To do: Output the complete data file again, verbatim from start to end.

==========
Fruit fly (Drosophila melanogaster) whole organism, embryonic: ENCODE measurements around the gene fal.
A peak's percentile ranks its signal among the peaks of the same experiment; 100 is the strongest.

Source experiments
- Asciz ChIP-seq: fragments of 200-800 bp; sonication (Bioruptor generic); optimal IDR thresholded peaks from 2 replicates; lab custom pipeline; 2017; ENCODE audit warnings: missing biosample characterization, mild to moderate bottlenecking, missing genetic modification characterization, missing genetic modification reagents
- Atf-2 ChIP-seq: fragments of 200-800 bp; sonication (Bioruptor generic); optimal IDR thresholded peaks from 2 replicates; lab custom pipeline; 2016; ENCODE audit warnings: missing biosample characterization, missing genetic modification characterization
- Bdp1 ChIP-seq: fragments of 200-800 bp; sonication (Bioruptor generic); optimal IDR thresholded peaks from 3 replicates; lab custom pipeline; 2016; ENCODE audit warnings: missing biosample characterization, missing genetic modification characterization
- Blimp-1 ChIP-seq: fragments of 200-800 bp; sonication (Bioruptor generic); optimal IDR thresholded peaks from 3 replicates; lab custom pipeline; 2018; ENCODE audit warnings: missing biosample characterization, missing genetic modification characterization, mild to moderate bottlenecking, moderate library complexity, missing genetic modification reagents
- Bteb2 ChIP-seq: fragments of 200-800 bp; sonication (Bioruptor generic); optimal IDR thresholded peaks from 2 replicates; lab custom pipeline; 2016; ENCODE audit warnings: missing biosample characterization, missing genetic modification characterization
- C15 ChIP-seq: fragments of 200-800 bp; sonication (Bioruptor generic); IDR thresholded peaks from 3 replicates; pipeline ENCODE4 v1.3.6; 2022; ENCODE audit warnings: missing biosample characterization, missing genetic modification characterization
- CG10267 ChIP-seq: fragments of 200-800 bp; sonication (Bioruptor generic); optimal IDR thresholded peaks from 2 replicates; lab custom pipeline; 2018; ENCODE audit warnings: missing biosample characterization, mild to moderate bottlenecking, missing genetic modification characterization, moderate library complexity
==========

Fruit fly (Drosophila melanogaster) whole organism, embryonic: ENCODE measurements around the gene fal.
A peak's percentile ranks its signal among the peaks of the same experiment; 100 is the strongest.

Source experiments
- Asciz ChIP-seq: fragments of 200-800 bp; sonication (Bioruptor generic); optimal IDR thresholded peaks from 2 replicates; lab custom pipeline; 2017; ENCODE audit warnings: missing biosample characterization, mild to moderate bottlenecking, missing genetic modification characterization, missing genetic modification reagents
- Atf-2 ChIP-seq: fragments of 200-800 bp; sonication (Bioruptor generic); optimal IDR thresholded peaks from 2 replicates; lab custom pipeline; 2016; ENCODE audit warnings: missing biosample characterization, missing genetic modification characterization
- Bdp1 ChIP-seq: fragments of 200-800 bp; sonication (Bioruptor generic); optimal IDR thresholded peaks from 3 replicates; lab custom pipeline; 2016; ENCODE audit warnings: missing biosample characterization, missing genetic modification characterization
- Blimp-1 ChIP-seq: fragments of 200-800 bp; sonication (Bioruptor generic); optimal IDR thresholded peaks from 3 replicates; lab custom pipeline; 2018; ENCODE audit warnings: missing biosample characterization, missing genetic modification characterization, mild to moderate bottlenecking, moderate library complexity, missing genetic modification reagents
- Bteb2 ChIP-seq: fragments of 200-800 bp; sonication (Bioruptor generic); optimal IDR thresholded peaks from 2 replicates; lab custom pipeline; 2016; ENCODE audit warnings: missing biosample characterization, missing genetic modification characterization
- C15 ChIP-seq: fragments of 200-800 bp; sonication (Bioruptor generic); IDR thresholded peaks from 3 replicates; pipeline ENCODE4 v1.3.6; 2022; ENCODE audit warnings: missing biosample characterization, missing genetic modification characterization
- CG10267 ChIP-seq: fragments of 200-800 bp; sonication (Bioruptor generic); optimal IDR thresholded peaks from 2 replicates; lab custom pipeline; 2018; ENCODE audit warnings: missing biosample characterization, mild to moderate bottlenecking, missing genetic modification characterization, moderate library complexity